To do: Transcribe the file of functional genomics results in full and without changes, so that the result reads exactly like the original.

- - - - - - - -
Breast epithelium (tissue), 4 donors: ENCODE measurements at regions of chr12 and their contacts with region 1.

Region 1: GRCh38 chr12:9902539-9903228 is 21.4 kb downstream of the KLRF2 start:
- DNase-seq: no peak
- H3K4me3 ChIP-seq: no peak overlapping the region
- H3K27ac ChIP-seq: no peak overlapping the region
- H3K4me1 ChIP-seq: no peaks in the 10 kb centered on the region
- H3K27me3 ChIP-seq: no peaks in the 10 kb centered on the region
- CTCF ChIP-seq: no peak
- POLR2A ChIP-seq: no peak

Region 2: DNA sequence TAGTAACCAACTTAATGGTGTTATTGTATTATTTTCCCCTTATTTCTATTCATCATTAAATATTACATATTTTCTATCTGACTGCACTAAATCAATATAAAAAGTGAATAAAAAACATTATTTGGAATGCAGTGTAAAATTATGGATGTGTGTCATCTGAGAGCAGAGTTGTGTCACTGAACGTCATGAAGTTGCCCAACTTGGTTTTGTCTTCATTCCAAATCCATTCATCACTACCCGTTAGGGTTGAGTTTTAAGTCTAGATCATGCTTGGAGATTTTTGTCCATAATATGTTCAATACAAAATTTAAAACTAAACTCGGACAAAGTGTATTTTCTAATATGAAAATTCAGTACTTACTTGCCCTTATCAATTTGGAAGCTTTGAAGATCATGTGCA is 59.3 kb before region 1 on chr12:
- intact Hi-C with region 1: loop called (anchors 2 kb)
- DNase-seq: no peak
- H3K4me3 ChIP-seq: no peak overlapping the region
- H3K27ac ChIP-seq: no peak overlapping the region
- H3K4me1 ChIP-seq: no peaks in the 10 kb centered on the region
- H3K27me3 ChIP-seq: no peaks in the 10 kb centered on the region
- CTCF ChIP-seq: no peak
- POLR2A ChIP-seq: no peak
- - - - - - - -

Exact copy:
Breast epithelium (tissue), 4 donors: ENCODE measurements at regions of chr12 and their contacts with region 1.

Region 1: GRCh38 chr12:9902539-9903228 is 21.4 kb downstream of the KLRF2 start:
- DNase-seq: no peak
- H3K4me3 ChIP-seq: no peak overlapping the region
- H3K27ac ChIP-seq: no peak overlapping the region
- H3K4me1 ChIP-seq: no peaks in the 10 kb centered on the region
- H3K27me3 ChIP-seq: no peaks in the 10 kb centered on the region
- CTCF ChIP-seq: no peak
- POLR2A ChIP-seq: no peak

Region 2: DNA sequence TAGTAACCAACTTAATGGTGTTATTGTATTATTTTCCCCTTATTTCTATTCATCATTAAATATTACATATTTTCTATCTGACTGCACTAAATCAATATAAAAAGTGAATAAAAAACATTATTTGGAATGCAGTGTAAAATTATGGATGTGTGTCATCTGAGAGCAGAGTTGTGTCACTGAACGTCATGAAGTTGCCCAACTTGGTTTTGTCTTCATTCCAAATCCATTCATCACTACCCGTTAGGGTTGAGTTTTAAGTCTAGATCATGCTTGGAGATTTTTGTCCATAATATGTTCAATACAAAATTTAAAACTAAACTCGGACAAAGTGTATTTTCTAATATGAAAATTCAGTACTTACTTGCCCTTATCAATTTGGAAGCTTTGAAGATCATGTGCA is 59.3 kb before region 1 on chr12:
- intact Hi-C with region 1: loop called (anchors 2 kb)
- DNase-seq: no peak
- H3K4me3 ChIP-seq: no peak overlapping the region
- H3K27ac ChIP-seq: no peak overlapping the region
- H3K4me1 ChIP-seq: no peaks in the 10 kb centered on the region
- H3K27me3 ChIP-seq: no peaks in the 10 kb centered on the region
- CTCF ChIP-seq: no peak
- POLR2A ChIP-seq: no peak